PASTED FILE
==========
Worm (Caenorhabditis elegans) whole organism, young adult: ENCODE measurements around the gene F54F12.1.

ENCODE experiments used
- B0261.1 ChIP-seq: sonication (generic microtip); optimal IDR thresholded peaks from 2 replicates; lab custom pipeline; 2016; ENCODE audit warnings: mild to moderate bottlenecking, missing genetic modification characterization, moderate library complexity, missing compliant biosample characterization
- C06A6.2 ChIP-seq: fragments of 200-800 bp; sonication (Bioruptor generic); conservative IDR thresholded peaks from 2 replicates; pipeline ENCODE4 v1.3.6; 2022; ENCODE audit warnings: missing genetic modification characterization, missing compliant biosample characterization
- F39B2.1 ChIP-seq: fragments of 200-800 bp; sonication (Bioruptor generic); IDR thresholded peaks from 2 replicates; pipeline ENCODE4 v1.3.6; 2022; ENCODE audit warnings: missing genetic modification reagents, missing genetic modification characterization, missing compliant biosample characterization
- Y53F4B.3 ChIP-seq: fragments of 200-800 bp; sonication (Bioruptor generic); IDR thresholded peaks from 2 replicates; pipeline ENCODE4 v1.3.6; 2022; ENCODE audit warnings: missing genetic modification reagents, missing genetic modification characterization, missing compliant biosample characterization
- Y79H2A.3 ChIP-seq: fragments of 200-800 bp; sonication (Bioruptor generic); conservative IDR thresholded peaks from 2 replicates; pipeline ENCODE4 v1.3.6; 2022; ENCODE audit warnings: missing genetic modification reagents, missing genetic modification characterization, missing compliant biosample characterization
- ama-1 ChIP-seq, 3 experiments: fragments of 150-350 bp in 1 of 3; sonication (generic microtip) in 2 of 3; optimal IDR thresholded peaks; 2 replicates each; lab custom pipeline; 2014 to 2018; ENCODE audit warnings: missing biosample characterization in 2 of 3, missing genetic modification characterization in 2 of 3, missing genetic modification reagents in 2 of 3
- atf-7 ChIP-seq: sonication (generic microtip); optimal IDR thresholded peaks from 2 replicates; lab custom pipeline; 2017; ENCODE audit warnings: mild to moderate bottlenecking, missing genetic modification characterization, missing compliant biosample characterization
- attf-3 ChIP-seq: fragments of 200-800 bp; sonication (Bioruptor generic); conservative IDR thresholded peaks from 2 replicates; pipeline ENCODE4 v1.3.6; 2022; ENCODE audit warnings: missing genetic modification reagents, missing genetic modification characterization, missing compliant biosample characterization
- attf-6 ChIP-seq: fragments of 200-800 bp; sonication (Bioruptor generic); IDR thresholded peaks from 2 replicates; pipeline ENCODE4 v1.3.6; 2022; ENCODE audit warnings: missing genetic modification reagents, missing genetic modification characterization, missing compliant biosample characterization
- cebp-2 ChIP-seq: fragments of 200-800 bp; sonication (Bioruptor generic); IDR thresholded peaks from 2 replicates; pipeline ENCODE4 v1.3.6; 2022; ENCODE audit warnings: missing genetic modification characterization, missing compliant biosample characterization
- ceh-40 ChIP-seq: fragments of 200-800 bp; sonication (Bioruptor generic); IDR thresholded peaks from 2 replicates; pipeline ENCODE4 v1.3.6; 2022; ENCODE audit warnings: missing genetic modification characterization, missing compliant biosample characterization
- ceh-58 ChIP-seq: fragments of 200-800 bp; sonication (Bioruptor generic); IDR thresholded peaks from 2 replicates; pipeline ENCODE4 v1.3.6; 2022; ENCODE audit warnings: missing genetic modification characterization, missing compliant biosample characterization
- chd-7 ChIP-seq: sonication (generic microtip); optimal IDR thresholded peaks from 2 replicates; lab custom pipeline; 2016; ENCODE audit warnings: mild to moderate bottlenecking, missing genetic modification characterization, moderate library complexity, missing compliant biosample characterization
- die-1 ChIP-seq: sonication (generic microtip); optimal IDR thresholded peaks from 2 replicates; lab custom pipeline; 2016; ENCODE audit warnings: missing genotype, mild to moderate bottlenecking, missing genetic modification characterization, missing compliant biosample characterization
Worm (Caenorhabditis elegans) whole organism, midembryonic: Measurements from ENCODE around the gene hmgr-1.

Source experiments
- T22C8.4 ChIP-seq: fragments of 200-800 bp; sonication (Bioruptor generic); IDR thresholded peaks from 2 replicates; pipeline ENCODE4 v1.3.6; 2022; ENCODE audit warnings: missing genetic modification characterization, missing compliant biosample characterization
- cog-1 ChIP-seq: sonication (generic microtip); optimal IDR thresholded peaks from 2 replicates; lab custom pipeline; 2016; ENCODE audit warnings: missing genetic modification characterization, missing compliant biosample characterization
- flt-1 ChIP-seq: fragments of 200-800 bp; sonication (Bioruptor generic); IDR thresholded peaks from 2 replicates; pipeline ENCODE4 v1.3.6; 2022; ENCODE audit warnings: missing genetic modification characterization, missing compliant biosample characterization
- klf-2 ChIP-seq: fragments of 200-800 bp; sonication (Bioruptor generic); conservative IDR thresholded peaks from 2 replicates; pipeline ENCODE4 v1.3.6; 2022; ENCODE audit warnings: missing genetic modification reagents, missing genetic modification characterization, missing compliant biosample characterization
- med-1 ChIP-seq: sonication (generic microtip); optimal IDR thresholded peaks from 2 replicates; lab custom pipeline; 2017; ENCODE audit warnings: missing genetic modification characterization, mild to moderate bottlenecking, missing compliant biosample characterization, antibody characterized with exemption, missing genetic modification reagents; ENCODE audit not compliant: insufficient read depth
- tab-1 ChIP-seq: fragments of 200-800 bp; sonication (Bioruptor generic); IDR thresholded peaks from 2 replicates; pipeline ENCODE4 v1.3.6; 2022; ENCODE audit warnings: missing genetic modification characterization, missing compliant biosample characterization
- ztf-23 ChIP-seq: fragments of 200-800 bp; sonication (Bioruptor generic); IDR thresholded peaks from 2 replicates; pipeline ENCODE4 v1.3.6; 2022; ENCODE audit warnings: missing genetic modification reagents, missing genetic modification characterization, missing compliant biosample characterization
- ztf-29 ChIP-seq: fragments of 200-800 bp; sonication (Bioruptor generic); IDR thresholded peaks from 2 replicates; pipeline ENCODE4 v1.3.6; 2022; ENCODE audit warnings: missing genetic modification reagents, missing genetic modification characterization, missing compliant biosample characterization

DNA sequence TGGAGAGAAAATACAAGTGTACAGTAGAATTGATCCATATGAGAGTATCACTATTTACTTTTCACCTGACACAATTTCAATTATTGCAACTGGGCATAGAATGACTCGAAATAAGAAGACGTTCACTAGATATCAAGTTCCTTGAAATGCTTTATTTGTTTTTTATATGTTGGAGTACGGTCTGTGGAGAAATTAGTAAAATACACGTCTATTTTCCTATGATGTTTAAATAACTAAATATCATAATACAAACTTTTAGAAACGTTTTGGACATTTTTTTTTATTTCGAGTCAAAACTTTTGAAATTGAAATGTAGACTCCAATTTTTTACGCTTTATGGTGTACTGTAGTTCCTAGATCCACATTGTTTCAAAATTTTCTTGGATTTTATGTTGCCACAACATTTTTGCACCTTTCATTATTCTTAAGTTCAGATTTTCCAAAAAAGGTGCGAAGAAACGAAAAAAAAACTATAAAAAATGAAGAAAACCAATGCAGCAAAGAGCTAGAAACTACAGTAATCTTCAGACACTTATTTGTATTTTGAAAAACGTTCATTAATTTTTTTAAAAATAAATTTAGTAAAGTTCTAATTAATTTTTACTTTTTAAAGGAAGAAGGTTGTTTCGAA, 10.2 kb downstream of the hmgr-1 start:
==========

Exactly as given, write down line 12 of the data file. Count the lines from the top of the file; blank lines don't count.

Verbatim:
- cebp-2 ChIP-seq: fragments of 200-800 bp; sonication (Bioruptor generic); IDR thresholded peaks from 2 replicates; pipeline ENCODE4 v1.3.6; 2022; ENCODE audit warnings: missing genetic modification characterization, missing compliant biosample characterization